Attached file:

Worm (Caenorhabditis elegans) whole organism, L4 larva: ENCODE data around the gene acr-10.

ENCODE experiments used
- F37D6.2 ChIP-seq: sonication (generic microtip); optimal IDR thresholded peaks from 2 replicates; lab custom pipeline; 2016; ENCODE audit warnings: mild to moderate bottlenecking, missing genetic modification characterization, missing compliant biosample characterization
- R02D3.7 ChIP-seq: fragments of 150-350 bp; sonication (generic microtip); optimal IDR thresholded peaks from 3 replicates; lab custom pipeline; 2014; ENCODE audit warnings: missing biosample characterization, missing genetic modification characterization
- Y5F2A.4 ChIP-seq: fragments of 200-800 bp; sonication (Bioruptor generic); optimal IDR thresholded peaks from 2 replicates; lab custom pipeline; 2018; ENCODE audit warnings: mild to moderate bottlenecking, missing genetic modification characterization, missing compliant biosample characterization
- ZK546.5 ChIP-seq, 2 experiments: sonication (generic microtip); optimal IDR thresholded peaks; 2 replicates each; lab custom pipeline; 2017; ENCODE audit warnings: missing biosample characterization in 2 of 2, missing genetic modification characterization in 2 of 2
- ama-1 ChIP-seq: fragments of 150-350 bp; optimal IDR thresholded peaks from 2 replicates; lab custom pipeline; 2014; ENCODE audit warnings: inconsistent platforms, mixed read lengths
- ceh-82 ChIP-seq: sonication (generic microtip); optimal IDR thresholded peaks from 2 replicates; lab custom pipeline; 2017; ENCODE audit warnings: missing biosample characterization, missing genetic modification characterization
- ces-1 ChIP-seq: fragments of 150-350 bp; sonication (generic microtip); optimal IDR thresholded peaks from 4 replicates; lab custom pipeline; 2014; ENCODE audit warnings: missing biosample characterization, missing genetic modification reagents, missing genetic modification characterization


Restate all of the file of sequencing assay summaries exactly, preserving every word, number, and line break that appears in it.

Worm (Caenorhabditis elegans) whole organism, L4 larva: ENCODE data around the gene acr-10.

ENCODE experiments used
- F37D6.2 ChIP-seq: sonication (generic microtip); optimal IDR thresholded peaks from 2 replicates; lab custom pipeline; 2016; ENCODE audit warnings: mild to moderate bottlenecking, missing genetic modification characterization, missing compliant biosample characterization
- R02D3.7 ChIP-seq: fragments of 150-350 bp; sonication (generic microtip); optimal IDR thresholded peaks from 3 replicates; lab custom pipeline; 2014; ENCODE audit warnings: missing biosample characterization, missing genetic modification characterization
- Y5F2A.4 ChIP-seq: fragments of 200-800 bp; sonication (Bioruptor generic); optimal IDR thresholded peaks from 2 replicates; lab custom pipeline; 2018; ENCODE audit warnings: mild to moderate bottlenecking, missing genetic modification characterization, missing compliant biosample characterization
- ZK546.5 ChIP-seq, 2 experiments: sonication (generic microtip); optimal IDR thresholded peaks; 2 replicates each; lab custom pipeline; 2017; ENCODE audit warnings: missing biosample characterization in 2 of 2, missing genetic modification characterization in 2 of 2
- ama-1 ChIP-seq: fragments of 150-350 bp; optimal IDR thresholded peaks from 2 replicates; lab custom pipeline; 2014; ENCODE audit warnings: inconsistent platforms, mixed read lengths
- ceh-82 ChIP-seq: sonication (generic microtip); optimal IDR thresholded peaks from 2 replicates; lab custom pipeline; 2017; ENCODE audit warnings: missing biosample characterization, missing genetic modification characterization
- ces-1 ChIP-seq: fragments of 150-350 bp; sonication (generic microtip); optimal IDR thresholded peaks from 4 replicates; lab custom pipeline; 2014; ENCODE audit warnings: missing biosample characterization, missing genetic modification reagents, missing genetic modification characterization